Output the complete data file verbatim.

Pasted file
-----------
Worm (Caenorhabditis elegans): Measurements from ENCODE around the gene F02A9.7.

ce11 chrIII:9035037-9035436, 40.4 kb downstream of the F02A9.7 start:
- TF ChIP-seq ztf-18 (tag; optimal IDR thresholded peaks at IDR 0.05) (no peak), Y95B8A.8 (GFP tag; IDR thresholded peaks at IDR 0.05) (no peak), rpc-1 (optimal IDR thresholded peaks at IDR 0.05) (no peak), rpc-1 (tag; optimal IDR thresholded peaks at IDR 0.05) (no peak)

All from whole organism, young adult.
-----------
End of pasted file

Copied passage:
Worm (Caenorhabditis elegans): Measurements from ENCODE around the gene F02A9.7.

ce11 chrIII:9035037-9035436, 40.4 kb downstream of the F02A9.7 start:
- TF ChIP-seq ztf-18 (tag; optimal IDR thresholded peaks at IDR 0.05) (no peak), Y95B8A.8 (GFP tag; IDR thresholded peaks at IDR 0.05) (no peak), rpc-1 (optimal IDR thresholded peaks at IDR 0.05) (no peak), rpc-1 (tag; optimal IDR thresholded peaks at IDR 0.05) (no peak)

All from whole organism, young adult.